One of the most common faults I see in my day-to-day work as a chimney sweep is the installation of parts being the wrong way round. Chimneys work off negative pressure, which means that smoke will not escape the system as it is constantly ‘sucking’ in air. Thanks to this, we do not need to worry about funneling the gases up the chimney but do need to consider what will happen if debris falls down the flue. It is not uncommon for small amounts of moisture to be present inside chimney systems, either through condensation or rainwater. Any liquid in the flue will run down the inside of the liner and, if installed the correct way round, will funnel into the next until it makes its way down the flue to the bottom. However, if the flue is installed upside down, the liquid will escape the flue system and begin running down the outside of the next flue pipe, causing it to ‘streak’ and eventually rust. In many cases, this moisture makes its way to the top of the stove and rusts the appliance itself.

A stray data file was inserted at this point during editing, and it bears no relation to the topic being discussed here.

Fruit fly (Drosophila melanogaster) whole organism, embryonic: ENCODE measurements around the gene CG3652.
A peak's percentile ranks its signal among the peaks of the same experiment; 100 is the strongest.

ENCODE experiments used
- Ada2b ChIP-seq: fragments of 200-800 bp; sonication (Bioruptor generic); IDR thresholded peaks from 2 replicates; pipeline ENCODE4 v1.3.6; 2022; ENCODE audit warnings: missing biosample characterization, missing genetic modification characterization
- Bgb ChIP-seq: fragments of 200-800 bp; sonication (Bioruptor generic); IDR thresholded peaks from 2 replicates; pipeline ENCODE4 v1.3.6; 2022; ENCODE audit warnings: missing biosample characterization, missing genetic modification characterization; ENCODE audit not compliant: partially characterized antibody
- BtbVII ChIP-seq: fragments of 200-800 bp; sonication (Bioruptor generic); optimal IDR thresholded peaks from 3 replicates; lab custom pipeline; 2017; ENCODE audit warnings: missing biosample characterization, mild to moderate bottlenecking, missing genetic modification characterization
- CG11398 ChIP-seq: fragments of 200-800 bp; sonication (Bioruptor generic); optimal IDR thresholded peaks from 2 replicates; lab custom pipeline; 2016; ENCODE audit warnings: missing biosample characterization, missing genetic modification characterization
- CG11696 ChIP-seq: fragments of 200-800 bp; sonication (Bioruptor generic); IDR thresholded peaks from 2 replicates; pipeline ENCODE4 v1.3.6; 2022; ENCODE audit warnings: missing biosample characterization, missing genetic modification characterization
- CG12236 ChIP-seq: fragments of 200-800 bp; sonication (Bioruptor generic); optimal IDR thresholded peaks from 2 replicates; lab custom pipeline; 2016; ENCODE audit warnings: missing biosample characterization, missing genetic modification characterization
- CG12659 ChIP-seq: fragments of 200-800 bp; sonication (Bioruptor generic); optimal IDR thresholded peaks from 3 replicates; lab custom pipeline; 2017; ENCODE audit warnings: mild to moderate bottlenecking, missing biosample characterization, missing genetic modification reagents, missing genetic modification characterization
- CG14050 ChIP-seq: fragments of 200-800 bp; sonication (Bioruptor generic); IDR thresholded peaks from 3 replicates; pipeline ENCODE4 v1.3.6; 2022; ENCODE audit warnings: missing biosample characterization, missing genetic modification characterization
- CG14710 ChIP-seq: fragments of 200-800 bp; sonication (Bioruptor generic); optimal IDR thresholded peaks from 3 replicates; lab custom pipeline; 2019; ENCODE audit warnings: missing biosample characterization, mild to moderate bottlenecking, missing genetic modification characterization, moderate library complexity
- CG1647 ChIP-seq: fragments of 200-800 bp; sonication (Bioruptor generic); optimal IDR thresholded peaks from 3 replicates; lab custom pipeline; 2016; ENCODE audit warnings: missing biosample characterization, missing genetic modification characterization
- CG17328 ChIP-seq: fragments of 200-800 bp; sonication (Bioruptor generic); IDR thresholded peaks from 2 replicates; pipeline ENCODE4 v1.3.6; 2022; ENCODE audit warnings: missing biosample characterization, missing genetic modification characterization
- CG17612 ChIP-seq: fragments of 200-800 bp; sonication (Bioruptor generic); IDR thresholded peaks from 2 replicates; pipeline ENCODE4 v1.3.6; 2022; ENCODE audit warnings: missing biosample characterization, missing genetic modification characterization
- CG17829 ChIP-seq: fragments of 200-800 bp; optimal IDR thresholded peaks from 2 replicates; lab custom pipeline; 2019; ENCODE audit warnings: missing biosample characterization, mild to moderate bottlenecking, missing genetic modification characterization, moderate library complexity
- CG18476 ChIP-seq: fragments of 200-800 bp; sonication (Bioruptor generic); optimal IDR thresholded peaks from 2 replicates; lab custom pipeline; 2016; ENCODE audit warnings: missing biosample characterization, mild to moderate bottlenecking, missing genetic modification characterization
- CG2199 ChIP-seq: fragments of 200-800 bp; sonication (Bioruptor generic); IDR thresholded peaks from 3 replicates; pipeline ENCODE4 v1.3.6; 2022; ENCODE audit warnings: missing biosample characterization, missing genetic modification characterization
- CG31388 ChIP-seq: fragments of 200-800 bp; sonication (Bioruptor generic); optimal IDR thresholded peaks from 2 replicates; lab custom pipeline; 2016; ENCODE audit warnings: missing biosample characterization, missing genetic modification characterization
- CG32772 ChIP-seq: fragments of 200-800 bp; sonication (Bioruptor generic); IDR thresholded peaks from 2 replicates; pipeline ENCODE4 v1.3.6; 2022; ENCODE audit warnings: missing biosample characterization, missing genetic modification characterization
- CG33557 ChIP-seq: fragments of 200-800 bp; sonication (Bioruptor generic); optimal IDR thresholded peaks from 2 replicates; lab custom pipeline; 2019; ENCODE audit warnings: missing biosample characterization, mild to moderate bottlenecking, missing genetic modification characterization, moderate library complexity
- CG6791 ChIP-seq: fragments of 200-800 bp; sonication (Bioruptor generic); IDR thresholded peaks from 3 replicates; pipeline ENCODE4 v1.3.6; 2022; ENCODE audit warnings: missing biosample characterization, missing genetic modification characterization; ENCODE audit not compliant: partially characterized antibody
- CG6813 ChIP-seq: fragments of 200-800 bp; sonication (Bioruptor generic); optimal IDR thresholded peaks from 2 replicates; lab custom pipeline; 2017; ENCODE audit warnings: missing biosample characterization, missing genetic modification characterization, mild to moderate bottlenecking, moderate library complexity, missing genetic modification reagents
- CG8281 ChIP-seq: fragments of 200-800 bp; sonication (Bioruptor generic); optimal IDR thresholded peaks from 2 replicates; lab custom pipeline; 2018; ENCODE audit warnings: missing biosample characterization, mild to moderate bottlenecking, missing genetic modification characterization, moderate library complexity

So, which way is the correct way? Well, as you can see from the diagram above, when pointing the female end up, any debris is naturally funneled down the flue system. On the other hand, when the male end is pointed up, it seeps between the two ends of the flue pipe and ends up escaping from the system. Therefore, it is imperative that the flue pipe is pointed with the female end up to funnel any debris down the flue.
With some European stoves, you may need to purchase a female-to-female adapter for the flue collar in order to ensure the flue pipe is facing the correct way.